In Lubbock, Texas
Should have gone to jail for perjury.
Let’s cover the story, then I will tell you why the juror should have gone to jail for perjury.
In 2005, according to “48 Hours” and local news sources, Levi King, a young Missouri man in his twenties, stole some guns and ammunition from his uncle’s house. He went down the road a short distance away, and killed a man and a woman, and took the man’s truck.
He drove across Oklahoma into the small town of Pampa, Texas, chose a road at random, drove down it to a farmhouse, and broke into the house. He killed three people before he found ten-year old Robin Doan with her head covered up in her bed. He shot once, missed, but didn’t know it, she played dead, and he left and went rummaging around in the rest of the house for whatever he could find.
The three people he killed were Robin’s stepfather, her pregnant mother, and her fourteen-year old brother. King also killed the family dog.
The ammunition he used was of Russian make, and it didn’t take long for the investigators to tie him to the Missouri killings and the Texas massacre.
King was tried first for the Missouri killings and received two life sentences without parole. In 2009, the District Attorney in Lubbock, the county seat where Pampa is located, decided to try King for the Texas murders and seek the death penalty.
Let me digress here to demonstrate what can be the unknown in selecting a jury.
When our son was in the local District Attorney’s office, he had a case of child abuse that he was going to try. Both he as the prosecutor and the defense attorney had jury strikes, maybe like seven each. I don’t exactly remember. Why are people struck from a jury? Bias, prejudice that comes in all shapes and sizes, and about a 100 other reasons. Both sides are allowed to question the prospective jurors or jury pool or venire as lawyers like to call the people. Sometimes you get a really lousy jury pool, and more than seven strikes are needed to even have a chance for a fair trial.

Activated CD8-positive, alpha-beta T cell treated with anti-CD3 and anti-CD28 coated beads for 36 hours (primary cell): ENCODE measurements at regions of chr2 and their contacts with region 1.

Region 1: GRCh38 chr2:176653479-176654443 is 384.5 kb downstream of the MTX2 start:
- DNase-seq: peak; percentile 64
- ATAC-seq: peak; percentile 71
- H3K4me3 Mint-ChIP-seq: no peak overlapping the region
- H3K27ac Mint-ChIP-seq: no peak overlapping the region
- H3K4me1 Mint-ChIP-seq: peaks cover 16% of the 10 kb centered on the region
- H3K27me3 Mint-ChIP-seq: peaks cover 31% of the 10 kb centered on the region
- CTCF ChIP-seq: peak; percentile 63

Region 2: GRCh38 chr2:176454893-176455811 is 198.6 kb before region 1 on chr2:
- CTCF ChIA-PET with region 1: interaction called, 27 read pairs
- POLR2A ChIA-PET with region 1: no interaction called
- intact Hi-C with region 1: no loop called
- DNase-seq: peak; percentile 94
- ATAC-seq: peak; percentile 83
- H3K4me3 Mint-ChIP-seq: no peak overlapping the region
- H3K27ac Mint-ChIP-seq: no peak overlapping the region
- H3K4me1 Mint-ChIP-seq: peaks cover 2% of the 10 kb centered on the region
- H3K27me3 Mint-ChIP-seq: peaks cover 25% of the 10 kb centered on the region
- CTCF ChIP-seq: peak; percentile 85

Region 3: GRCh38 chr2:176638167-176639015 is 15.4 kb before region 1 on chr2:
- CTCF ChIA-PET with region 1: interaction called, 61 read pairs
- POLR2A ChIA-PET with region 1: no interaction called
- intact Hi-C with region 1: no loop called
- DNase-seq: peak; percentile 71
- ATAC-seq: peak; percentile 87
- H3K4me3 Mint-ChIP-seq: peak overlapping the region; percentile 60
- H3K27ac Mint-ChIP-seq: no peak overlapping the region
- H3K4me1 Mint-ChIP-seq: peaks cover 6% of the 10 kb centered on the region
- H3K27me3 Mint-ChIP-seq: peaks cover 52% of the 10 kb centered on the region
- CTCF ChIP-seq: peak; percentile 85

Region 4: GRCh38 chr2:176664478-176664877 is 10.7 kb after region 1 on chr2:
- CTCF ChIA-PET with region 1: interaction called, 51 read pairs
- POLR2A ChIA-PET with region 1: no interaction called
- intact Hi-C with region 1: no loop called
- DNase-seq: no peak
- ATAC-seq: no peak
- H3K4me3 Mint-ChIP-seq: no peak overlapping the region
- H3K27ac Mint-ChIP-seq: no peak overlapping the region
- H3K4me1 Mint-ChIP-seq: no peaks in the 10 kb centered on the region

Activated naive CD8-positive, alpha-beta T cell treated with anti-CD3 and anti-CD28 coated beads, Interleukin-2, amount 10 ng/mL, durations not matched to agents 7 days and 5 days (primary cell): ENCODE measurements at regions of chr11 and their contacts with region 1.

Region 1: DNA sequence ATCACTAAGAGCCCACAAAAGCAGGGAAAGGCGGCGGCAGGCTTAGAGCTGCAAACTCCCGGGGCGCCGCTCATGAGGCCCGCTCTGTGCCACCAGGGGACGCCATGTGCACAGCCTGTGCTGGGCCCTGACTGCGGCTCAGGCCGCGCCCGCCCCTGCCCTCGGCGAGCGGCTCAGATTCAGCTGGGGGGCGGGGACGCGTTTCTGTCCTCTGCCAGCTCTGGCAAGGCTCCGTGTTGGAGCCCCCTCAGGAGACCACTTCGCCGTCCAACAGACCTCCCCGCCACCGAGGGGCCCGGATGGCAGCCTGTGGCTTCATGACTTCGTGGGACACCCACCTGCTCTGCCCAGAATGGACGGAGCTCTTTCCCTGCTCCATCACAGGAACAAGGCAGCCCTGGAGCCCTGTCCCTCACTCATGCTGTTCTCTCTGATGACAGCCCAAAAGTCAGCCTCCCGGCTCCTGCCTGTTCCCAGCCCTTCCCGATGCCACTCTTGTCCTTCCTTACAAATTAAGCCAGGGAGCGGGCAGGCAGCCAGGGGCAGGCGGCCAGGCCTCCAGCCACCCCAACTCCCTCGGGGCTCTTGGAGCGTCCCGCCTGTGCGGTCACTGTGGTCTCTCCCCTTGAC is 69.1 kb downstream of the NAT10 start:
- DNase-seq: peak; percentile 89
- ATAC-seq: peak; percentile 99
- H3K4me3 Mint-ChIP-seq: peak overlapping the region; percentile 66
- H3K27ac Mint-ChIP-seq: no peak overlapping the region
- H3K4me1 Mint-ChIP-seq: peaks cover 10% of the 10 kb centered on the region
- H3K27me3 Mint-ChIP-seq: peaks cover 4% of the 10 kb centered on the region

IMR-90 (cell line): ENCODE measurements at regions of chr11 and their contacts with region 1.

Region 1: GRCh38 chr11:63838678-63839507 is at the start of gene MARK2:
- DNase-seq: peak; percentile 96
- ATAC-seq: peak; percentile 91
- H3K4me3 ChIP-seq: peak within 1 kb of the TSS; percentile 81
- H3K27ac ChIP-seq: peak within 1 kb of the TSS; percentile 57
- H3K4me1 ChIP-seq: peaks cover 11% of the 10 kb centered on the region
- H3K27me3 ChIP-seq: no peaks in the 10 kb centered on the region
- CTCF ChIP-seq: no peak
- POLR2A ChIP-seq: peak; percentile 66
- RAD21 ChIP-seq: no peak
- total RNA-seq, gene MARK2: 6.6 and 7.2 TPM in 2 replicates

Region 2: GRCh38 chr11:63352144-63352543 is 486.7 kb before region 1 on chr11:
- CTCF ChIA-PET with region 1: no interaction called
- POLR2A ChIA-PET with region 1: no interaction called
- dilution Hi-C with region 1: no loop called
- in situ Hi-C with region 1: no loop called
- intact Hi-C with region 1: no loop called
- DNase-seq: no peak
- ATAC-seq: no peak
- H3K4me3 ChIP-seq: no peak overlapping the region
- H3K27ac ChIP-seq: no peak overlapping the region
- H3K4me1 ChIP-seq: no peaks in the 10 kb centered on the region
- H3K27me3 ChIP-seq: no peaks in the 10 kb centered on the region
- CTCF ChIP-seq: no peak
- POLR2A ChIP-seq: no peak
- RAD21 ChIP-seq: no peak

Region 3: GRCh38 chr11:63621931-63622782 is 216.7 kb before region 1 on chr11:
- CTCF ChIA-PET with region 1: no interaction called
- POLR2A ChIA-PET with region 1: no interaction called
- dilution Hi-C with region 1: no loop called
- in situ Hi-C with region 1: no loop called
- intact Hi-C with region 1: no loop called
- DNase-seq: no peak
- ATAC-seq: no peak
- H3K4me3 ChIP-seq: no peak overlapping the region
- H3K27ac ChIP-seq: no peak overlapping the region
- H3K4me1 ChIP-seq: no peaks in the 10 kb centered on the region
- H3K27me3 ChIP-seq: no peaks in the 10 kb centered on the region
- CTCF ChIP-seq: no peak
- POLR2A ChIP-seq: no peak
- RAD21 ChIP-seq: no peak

Our son used his strikes for the worst of the worst, but still had one idiot left, man or woman I don’t recall, whom he could not strike.
He knew who the idiot juror was, but in a sense got lucky, because the idiot juror was in the sixth chair which is the last one to the right on the front row. That’s important because a lawyer cannot go into the jury box during the time he is questioning a witness or simply demonstrating to the jury what happened.
This outstanding citizen of the human race who was on trial had burnt the back of his 3 or 4-year old son. There were three round, medium size burn marks.
In looking at the jury, our son knew he already had 11 of the jurors convinced of the man’s guilt when they saw pictures of the burns on the kid’s back, but there was the one idiot who might be a holdout, a rather smartass.
It took our son a while to figure out what caused those burn marks. The man and his wife had been staying at a motel because their house had burned down (this man would later be tried for arson and convicted.) The insurance company was paying for this because the insurance policy on the house was what is called in today’s terms replacement, which also carried a clause that the insurance company would pay for housing while their house was rebuilt.
Turns out what this father used to burn his son was the round bathtub stopper that he heated with a cigarette lighter until it was very hot and pressed it against the kid’s back.
Even though the kid was a year or two older now, he was still not old enough to make total sense to the jury.